Recognizing the Need for Medicaid Reform

Recommendations for Reforming Medicaid from JAMA Forum article which can be located at https://newsatjama.jama.com/2017/07/11/jama-forum-reforming-medicaid/

Summary 

Medicaid program was originally passed by Congress in 1965 and now serves more than 70 million people in 4 categories: children and mothers, seniors in nursing homes and community-based settings, people living with disabilities, and low-income people of all ages. As much as 70% of the program’s resources are devoted to people who have disabilities or live in nursing homes. However, most Medicaid beneficiaries are children and mothers and, after passage of the ACA, low-income adults and families. A state-federal partnership, Medicaid policies are driven at the state level through waivers and State Plan Amendments submitted to the federal government.

Policy Recommendations for Reforming Medicaid

  • Making Medicaid a more outcomes-based program. Metrics such as the early diagnosis of illness, incidence of low-birth-weight infants, maternal mortality, and the efficiency of care delivered could form the basis of such measures. 

  • Improving Medicaid financing. Too much funding comes from large supplemental pools (such as Medicaid disproportionate share hospital [DSH] payments and uncompensated care pools) that go to states. These pools decrease accountability because they are allocated without regard to patient care or even the numbers of people treated. Finally, we support financing strategies that would encourage investments in the social determinants of health, which are the cause of so many health disparities and undesirable outcomes.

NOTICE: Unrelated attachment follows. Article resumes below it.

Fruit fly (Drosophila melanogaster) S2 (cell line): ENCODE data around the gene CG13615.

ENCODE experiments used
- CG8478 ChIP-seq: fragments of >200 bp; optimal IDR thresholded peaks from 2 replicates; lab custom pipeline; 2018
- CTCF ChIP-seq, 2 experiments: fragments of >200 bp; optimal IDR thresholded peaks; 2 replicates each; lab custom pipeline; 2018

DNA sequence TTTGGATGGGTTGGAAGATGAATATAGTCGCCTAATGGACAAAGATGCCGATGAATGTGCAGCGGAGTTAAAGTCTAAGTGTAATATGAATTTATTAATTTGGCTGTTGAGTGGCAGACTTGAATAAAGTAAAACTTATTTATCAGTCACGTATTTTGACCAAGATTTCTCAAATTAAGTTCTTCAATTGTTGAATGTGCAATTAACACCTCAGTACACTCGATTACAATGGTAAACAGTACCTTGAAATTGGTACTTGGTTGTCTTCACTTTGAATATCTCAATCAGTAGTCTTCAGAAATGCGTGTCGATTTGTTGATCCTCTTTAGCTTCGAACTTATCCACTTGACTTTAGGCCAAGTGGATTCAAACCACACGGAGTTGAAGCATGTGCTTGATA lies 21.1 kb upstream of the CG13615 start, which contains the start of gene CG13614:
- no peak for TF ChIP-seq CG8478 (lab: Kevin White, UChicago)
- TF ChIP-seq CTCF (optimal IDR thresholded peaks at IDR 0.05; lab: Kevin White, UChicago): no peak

• Ensuring proper access to care.  Nationally there is appropriate concern about access to specialists and home-based and community-based services, which varies broadly by state and is of concern in rural areas and where reimbursement rates are too low. Eliminating nonaccountable pools of funding would allow states to improve their reimbursement rates to specialists and help to expand access.

  • Investing in a data, technology, and analytics infrastructure. For Medicaid to deliver on its potential, the program needs to use best practices in home-based and community-based care and other programs that use social workers, home care attendants, and other resources to keep families together, coordinate care, and allow people to be treated in the most comfortable, cost-efficient settings

  • Coordinating programs for dual-eligible beneficiaries (who qualify for both Medicaid and Medicare) and other populations. There are growing, expensive populations that do not fully benefit from investments in care coordination commonly used in the private sector.

  • Reducing administrative burden on states and allowing for more rapid innovation. Medicaid is a highly flexible program, with a variety of different approaches designed to serve the frail elderly, provide substance abuse treatment, create innovative payment approaches, and capitalize on mobile technology. We support the ability of states to innovate more rapidly through thoughtful reform of the waiver process and the process of submitting State Plan Amendments

GHHI’s Push for Medicaid Policy Change

After reading the JAMA Forum article summarized above it occurred to us that GHHI has been actively working to achieve these Medicaid reform recommendations from its inception. From the outset GHHI has set as one of its organizational goals to change policies within states and at the federal level to allow for Medicaid payments to reimburse for the provision of in-home environmental management services.